The impact of AI on data centres
Before we start, let's get pedantic: at this point in time artificial intelligence is a purely theoretical concept. True AI, a sentient computer capable of initiative and human interaction, remains within the realm of science fiction. The AI research field is full of conflicting ideas, and it’s not clear whether we can actually build a machine that can replicate the inner workings of the human brain.
And yet, being a part of the IT industry, you’ll have seen proclamations that one product or another delivers AI functionality. Just a few years ago, the same functionality would be called data analytics.
This being said, machine learning and related techniques are already producing some impressive results, so this post will look at the potential near-future implications of AI research – if we’re being optimistic.
In the data centre
The impact of AI on data centres can be divided into two broad categories – the impact on hardware and architectures, as the users start adopting AI-inspired technologies, and the impact on the management and operation of the facilities themselves.
We’ll start with the first category: turns out that machine learning and services like speech and image recognition require a new breed of servers, equipped with novel components such as Graphics Processing Units (GPUs), Field-Programmable Gate Arrays (FPGAs) and Application-Specific Integrated Circuits (ASICs). All of these require massive amounts of power, and produce massive amounts of heat.
Nvidia, the world’s largest supplier of graphics chips, has just announced DGX-2, a 10U box for algorithm training that includes 16 Volta V100 GPUs along with two Intel Xeon Platinum CPUs and 30TB of flash storage. DGX-2 delivers up to two Petaflops of compute, and consumes a whopping 10kW of power – more than an entire 42U rack of traditional servers.
And Nvidia is not alone in pushing the envelope on power density: DGX-2 is actually a reference design, and server vendors have been given permission to iterate and create their own variants, some of which might be even more power-hungry. Meanwhile, Intel has just confirmed rumours that it’s working on its own data centre GPUs – expected to hit the market in 2020.
As power densities go up, so does the amount of heat that needs to be removed from the servers, and this will inevitably result in growing adoption of liquid cooling. Dumping $200,000 worth of equipment into a tub of mineral oil or bringing water pipes into the rack might not seem like a good idea today, but these approaches might offer the only way to cool servers of the future.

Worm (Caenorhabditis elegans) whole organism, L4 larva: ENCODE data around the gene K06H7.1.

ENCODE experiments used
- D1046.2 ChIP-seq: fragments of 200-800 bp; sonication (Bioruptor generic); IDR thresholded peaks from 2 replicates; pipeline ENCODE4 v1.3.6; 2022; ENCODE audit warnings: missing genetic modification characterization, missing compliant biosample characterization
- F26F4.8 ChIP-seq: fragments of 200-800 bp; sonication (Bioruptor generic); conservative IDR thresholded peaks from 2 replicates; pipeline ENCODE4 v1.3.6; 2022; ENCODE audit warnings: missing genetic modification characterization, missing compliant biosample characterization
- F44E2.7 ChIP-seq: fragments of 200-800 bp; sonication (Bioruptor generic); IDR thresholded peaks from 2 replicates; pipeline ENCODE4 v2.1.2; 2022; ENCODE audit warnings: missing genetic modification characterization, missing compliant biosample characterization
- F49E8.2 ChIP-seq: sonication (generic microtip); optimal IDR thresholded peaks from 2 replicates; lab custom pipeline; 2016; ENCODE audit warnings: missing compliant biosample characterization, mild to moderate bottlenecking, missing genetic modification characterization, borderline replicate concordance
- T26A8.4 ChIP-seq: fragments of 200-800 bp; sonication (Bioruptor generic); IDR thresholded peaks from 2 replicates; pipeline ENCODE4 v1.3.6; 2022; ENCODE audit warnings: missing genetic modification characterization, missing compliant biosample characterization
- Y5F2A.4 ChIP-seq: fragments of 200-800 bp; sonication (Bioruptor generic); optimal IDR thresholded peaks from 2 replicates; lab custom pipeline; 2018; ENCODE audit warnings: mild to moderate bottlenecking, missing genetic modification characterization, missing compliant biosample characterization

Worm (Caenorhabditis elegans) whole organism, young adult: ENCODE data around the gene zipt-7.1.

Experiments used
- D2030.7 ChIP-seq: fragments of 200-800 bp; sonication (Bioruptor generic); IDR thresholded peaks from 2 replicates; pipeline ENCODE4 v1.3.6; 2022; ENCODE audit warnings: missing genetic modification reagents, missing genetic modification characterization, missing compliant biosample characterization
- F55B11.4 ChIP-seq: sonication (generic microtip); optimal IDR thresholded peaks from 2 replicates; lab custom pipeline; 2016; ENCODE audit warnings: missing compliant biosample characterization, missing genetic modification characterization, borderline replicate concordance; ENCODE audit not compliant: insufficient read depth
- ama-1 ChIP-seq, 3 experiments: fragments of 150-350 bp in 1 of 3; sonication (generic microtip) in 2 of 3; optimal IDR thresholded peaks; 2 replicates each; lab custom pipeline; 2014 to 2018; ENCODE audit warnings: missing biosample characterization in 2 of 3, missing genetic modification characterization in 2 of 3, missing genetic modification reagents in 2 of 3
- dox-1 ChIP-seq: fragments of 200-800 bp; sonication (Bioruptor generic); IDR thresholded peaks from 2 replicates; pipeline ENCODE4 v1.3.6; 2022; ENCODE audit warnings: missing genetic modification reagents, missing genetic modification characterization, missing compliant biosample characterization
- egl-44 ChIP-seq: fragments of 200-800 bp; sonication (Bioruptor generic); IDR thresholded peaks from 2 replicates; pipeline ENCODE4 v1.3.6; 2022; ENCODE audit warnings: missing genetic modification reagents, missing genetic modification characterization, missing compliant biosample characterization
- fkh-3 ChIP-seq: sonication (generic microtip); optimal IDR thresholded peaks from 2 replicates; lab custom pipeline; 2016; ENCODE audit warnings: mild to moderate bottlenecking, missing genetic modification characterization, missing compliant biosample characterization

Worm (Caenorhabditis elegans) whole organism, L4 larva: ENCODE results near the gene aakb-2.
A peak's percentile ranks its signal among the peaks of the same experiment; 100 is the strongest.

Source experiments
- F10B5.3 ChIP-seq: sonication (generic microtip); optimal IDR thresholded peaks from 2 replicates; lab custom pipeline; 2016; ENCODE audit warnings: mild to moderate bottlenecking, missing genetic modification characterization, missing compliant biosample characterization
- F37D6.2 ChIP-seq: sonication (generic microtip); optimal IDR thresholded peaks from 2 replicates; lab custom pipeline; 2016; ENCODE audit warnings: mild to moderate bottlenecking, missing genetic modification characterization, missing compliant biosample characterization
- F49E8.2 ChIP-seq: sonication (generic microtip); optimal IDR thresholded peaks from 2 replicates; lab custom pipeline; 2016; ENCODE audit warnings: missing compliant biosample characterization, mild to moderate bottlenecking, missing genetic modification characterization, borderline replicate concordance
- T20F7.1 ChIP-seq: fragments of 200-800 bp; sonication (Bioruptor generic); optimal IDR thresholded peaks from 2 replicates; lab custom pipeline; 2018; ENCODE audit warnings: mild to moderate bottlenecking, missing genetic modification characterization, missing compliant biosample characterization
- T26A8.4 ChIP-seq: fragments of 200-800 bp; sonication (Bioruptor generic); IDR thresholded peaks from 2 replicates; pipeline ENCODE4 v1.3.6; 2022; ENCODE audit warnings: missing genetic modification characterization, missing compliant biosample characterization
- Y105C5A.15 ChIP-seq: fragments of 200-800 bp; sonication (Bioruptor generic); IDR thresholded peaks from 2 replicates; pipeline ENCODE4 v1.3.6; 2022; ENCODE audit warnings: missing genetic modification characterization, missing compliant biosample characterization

As a consequence, AI research will require data centres engineered for higher power densities, with additional cooling and very, very strong floors.
For the data centre
But machine learning is also useful in management of the data centre, where it can help optimize energy consumption and server use.
For example, an algorithm could spot under-utilized servers, automatically move the workloads and either switch off idle machines to conserve energy, or rent them out as part of a cloud service, creating an additional revenue stream.
Google has famously claimed that it used AI to reduce its data centre Power Usage Effectiveness rating by 15 percent, saving millions on electricity. While the company is reluctant to share this technology, other businesses are bringing similar capabilities mainstream.
American software vendor Nlyte has just partnered with IBM to integrate Watson – perhaps the most famous ‘cognitive computing’ product to date – into its Data Centre Infrastructure Management (DCIM) products.
“Behold, a new member of the data centre team, one that never takes a vacation or your lunch from the breakroom,” quipped Amy Benett, North American marketing lead for Watson IoT.
Beyond management, AI could improve physical security by tracking individuals throughout the data centre using CCTV, and alerting its masters when something looks out of order.
I think it’s a safe bet to say that every DCIM vendor will eventually offer some kind of AI functionality. Or at least something they call AI functionality.
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